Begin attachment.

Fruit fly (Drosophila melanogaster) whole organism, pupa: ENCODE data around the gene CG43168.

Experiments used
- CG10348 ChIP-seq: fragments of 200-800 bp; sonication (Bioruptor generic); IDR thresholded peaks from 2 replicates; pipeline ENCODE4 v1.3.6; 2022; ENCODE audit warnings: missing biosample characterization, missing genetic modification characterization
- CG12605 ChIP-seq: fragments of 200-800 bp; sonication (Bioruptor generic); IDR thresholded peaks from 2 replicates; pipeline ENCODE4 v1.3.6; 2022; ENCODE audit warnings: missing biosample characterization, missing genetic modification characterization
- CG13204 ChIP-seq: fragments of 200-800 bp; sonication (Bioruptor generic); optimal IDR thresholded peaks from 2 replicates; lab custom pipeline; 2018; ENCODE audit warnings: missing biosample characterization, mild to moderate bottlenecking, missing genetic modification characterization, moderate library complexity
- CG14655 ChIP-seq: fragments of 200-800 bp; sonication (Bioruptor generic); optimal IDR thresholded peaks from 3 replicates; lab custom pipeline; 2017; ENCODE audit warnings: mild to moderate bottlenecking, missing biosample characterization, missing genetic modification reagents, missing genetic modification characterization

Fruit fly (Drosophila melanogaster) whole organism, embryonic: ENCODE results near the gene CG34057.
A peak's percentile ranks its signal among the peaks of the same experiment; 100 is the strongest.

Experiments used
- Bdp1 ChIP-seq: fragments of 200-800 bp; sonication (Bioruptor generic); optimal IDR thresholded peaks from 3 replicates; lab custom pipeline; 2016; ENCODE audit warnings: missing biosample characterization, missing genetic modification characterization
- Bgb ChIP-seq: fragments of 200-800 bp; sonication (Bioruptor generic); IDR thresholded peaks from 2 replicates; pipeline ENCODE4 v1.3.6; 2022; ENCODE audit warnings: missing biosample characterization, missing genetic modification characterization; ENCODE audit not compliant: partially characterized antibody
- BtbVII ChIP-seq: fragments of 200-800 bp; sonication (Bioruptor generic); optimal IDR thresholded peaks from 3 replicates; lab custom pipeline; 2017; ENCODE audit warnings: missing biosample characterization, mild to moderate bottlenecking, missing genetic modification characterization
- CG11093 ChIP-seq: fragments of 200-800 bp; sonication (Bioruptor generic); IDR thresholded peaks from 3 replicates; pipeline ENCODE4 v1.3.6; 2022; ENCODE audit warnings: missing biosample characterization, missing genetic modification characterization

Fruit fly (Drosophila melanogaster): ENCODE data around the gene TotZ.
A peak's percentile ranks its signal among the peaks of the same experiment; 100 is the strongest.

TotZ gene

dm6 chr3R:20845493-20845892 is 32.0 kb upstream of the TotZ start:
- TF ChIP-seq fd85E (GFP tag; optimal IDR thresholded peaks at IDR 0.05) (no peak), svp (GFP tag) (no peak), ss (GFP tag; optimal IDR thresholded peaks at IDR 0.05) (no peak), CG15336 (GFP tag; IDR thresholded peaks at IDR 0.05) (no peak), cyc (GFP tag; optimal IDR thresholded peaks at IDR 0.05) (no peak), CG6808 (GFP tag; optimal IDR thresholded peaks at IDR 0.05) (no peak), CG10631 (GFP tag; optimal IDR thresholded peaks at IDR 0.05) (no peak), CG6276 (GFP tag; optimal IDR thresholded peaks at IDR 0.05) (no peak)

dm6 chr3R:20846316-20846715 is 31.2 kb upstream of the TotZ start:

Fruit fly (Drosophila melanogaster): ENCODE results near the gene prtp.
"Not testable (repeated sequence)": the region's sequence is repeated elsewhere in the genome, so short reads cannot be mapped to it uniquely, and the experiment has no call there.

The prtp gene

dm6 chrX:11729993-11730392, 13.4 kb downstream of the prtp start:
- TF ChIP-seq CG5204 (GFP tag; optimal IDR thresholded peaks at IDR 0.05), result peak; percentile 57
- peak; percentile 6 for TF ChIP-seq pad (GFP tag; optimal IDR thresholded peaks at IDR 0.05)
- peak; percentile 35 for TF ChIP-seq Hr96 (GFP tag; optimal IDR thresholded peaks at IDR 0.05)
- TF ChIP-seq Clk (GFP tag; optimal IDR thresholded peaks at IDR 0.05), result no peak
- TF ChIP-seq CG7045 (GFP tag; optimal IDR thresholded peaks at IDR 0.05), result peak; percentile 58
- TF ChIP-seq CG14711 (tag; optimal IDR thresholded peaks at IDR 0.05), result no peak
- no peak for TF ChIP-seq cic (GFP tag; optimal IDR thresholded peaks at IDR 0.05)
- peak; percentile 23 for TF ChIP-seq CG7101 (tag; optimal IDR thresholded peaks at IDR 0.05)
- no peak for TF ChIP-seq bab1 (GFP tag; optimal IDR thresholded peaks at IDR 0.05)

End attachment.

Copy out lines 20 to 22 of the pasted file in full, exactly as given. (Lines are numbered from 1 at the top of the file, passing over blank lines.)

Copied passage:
Fruit fly (Drosophila melanogaster): ENCODE results near the gene prtp.
"Not testable (repeated sequence)": the region's sequence is repeated elsewhere in the genome, so short reads cannot be mapped to it uniquely, and the experiment has no call there.

The prtp gene